Genre: Action / Adventure
Platform: Playstation 2
2003 Konami Digital Entertainment America, Konami TYO. Screenshots courtesy of Amazon.
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"The forest of Eternal Night is swollen with darkness, as if it would rob away everything, and only moonlight provides a ray of hope for those who seek to reclaim the love they have lost." - IntroThis is the adventure of Leon Belmont, the first of a long line of famous vampire-hunters, and the story of how the centuries-old feud with Dracula all began.
It could have been the best Castlevania game. >>> by thundersenshi
I must confess something before starting this review. Although I consider myself to be a Castlevania fan, I have actually only played three of the games in the series, two of which I finished, and only one which I completed 100% on my own (that would be this game, Lament of Innocence). My interest in the series only started while watching my brother play Dracula X or Symphony of the Night and then eventually, when I attempted to play it myself. However, I have long been familiar with this series since I was but four years old. I was too young then to play the game, and the sight of floating medusa heads gave me nightmares; it was only my siblings and their friends, all a good deal older than my four years, who played the game and called it fun. And because of their enthusiasm years ago, and because of Symphony of the Night was such a great game (and I had long overgrown the fear of medusa heads by then), I came to be knowledgeable of the series’ characters and storyline though I hadn’t done much of the playing myself.
So you might call me a fan of the series’ story. However, if I were to rate Lament of Innocence bearing this particular element in mind, then I would say that I was a BIG disappointment. It started off with promise, but as I was nearing the end of my game, there wasn’t much else to look forward to, and even the ending left a blank look on my face and I was thinking, “That’s it?” Suffice it to say, I had been expecting more drama, a greater tragedy and the characters to elaborate on why things had gone so and so. This is the game about the first vampire-hunting Belmont! It’s supposed to be the beginning of the legend; never mind how predictable the bad guy has been from the start; the story ought to have had more build-up and tension. It’s the least the developers could have done.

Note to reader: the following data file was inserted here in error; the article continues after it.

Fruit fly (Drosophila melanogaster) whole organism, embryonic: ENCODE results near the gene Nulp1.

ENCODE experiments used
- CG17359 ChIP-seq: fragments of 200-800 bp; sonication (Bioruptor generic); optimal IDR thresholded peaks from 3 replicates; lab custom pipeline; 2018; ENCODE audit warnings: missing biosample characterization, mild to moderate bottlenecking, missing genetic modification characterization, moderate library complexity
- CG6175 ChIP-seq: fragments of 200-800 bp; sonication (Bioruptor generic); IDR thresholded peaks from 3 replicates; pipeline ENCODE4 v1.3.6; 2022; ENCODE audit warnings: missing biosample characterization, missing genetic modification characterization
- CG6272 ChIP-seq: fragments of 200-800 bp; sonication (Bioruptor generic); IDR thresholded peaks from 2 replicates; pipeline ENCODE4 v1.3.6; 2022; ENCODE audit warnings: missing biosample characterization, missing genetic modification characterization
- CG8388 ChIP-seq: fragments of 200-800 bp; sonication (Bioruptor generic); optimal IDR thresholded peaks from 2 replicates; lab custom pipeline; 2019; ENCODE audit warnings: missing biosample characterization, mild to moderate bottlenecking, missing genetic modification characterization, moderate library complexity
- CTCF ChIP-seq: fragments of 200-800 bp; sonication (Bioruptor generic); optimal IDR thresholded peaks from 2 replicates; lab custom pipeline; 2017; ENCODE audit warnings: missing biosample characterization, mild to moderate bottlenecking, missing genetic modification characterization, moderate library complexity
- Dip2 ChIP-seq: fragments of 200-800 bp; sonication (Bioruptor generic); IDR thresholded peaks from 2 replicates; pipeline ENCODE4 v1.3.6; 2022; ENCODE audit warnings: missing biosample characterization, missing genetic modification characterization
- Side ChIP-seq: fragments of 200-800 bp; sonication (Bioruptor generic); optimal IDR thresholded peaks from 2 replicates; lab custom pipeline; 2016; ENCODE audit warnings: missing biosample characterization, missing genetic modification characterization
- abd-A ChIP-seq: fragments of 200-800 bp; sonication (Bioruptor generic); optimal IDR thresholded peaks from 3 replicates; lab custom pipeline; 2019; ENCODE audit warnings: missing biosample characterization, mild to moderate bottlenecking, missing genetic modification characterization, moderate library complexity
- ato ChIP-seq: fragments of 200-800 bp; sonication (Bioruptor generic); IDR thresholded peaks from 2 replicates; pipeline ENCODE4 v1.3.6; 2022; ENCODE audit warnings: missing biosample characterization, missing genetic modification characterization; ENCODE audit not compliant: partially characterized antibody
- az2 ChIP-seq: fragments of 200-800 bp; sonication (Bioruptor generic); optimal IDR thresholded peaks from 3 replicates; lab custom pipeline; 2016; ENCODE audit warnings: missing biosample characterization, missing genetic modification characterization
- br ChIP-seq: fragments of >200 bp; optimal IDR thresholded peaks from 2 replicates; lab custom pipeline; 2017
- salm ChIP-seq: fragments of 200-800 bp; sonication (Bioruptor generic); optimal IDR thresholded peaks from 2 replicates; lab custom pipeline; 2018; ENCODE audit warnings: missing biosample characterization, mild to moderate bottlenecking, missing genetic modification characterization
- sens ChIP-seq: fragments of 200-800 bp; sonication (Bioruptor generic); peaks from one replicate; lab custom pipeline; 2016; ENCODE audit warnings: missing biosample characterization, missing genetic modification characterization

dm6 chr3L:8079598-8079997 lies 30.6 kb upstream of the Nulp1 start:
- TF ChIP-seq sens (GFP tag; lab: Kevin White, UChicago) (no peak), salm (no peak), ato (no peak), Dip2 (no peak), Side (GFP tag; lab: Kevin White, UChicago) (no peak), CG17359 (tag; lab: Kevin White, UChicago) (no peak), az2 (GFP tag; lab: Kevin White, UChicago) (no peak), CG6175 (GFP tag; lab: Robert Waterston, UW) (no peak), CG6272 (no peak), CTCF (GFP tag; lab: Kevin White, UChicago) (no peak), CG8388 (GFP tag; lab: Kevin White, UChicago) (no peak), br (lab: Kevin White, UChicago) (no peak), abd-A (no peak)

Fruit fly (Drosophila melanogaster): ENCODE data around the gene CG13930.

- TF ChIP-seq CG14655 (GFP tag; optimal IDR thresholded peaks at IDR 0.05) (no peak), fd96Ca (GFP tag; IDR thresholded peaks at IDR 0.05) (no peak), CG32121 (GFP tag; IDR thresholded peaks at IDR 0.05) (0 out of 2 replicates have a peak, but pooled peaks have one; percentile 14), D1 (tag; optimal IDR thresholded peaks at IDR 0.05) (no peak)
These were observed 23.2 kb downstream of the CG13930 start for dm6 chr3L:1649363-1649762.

Despite this, the game is not without some saving grace. Though it leaves much to be desired as an RPG (the way the story was executed leads me to believe the production of this game was hurried), it’s satisfying as an action game. This just proves how dynamic and engaging Castlevania battle systems can be in 3D. Leon has powerful whips, sub weapons, orbs, relics and magic. I like the orbs especially because they allow more freedom and creativity in the use of your sub weapons. Leon with his whip can do amazing combos from a single target to a roomful of monsters (battling the latter, especially, can be strangely therapeutic). Add this to his skills of double-jumping, dashing, rolling and magic from the relics, playing this particular Belmont can get quite addicting. Everything from old to new, sub weapons included, are spectacular to watch in glorious 3D. So while it may not be the best game in the series, it’s certainly the best-looking.
The battle system isn’t the only thing that’s looking good since Castlevania went 3D. The castle’s gothic interior is beautiful, to say in the least, and the experience is heightened by the accompanying music. If you loved Symphony of the Night’s soundtrack, then you will definitely adore this. Hair-raising chorus, piano, woodwind, strings and more, all converge to set just the right atmosphere for a vampire-hunting adventure.
Lament of Innocence, however, is frustratingly short. And though I ought to be whining that making secret characters won’t make up for that lack since they’d just be going through the same thing, I satisfied myself with this anyway. So yes, I ended up playing Lament of Innocence thrice, with three different characters on each run. I had fun battling the undead and though it can get repetitive and eventually, too easy, the unforgettably horrendous Belzeebub and the last two bosses of the game were always a challenge. I play it again every once in a while, certainly more than three times, even if the story’s execution sucked. Also, I really wish they had put something more into Joachim’s version of the game. His story is just begging to be explored.
COMPLETION TIME: Leon (17:26:02), Joachim (3:54:00), Pumpkin (3:48:50)
HIGHEST LEVEL ACHIEVED: (Search ratios) Leon 100%, Joachim 96.6%, Pumpkin 72.1%
RATINGS: Gameplay 8; Battle 8; Story 5; Visuals 9; Characters 6; Sounds 9; Replay Value 8